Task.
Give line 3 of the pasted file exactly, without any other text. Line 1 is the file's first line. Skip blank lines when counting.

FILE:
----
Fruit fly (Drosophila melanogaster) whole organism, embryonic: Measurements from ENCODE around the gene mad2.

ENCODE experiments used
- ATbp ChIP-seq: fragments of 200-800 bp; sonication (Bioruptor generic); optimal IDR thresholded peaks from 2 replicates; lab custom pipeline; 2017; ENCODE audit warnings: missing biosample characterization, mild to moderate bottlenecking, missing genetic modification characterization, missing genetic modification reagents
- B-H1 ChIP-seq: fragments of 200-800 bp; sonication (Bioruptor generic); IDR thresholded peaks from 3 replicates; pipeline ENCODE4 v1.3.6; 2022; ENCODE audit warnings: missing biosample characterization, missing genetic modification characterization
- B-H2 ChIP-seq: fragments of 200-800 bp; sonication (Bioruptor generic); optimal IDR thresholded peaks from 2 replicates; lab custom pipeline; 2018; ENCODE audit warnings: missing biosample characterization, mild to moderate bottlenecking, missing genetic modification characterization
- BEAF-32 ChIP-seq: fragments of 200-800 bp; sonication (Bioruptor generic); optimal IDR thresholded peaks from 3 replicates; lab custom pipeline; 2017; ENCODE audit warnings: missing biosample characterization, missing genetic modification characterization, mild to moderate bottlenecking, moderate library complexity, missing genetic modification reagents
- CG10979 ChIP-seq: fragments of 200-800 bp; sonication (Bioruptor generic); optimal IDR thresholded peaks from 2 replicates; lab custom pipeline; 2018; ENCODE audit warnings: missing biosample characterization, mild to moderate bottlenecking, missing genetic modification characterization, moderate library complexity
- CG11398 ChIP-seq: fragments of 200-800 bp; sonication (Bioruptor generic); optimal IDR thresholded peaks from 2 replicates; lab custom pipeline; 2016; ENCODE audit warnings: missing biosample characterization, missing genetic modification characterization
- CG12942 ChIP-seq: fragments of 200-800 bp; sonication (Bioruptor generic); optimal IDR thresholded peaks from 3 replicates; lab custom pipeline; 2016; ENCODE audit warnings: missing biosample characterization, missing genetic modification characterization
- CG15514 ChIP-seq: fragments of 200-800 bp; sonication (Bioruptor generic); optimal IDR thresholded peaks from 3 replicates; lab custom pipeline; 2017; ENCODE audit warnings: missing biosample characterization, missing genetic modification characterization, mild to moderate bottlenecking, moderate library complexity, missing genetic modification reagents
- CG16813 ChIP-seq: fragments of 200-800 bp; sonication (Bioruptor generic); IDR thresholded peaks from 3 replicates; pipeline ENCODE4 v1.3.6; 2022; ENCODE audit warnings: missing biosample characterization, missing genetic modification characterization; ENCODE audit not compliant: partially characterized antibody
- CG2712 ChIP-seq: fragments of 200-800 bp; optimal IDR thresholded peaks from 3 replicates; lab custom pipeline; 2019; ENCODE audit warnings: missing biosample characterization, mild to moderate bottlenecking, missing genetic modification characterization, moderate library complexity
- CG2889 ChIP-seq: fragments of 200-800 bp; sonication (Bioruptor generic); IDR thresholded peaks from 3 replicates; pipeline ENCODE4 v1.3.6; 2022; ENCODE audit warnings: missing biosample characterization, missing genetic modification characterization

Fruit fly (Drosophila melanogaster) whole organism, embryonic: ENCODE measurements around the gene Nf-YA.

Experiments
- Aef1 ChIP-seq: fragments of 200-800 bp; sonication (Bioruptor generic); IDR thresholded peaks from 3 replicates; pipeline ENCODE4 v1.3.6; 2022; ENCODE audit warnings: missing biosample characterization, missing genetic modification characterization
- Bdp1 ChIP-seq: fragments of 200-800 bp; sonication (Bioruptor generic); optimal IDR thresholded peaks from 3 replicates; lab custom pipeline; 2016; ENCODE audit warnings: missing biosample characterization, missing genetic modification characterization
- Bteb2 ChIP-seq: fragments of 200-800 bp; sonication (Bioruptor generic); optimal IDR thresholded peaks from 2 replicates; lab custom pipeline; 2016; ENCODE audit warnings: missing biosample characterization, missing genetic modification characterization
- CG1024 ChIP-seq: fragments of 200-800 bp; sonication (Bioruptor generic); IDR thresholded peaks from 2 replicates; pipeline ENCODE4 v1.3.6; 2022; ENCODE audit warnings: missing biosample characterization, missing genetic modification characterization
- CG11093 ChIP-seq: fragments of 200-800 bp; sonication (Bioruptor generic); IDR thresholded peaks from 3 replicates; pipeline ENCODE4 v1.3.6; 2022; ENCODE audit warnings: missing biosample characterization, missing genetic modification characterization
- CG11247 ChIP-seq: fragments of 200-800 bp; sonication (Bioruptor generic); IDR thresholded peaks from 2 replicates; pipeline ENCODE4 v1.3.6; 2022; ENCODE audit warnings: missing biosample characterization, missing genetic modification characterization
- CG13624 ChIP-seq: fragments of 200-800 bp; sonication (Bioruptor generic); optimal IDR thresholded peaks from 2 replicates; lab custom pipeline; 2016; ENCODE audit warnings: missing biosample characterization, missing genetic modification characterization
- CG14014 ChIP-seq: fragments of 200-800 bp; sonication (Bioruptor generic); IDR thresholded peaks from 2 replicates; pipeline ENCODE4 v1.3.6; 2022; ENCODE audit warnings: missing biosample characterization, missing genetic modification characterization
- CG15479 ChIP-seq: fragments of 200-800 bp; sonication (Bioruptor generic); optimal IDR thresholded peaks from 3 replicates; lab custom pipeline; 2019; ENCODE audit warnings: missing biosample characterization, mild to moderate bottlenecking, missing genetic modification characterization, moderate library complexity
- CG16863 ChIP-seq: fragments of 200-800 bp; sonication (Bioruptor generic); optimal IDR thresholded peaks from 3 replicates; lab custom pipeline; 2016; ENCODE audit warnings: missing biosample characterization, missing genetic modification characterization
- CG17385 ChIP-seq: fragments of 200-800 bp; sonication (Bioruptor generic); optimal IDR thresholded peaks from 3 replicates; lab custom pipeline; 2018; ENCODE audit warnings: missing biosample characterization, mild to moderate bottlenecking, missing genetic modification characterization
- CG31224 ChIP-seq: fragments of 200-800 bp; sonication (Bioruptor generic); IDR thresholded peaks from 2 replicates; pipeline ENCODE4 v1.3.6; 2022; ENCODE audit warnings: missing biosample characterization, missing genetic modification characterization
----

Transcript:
- ATbp ChIP-seq: fragments of 200-800 bp; sonication (Bioruptor generic); optimal IDR thresholded peaks from 2 replicates; lab custom pipeline; 2017; ENCODE audit warnings: missing biosample characterization, mild to moderate bottlenecking, missing genetic modification characterization, missing genetic modification reagents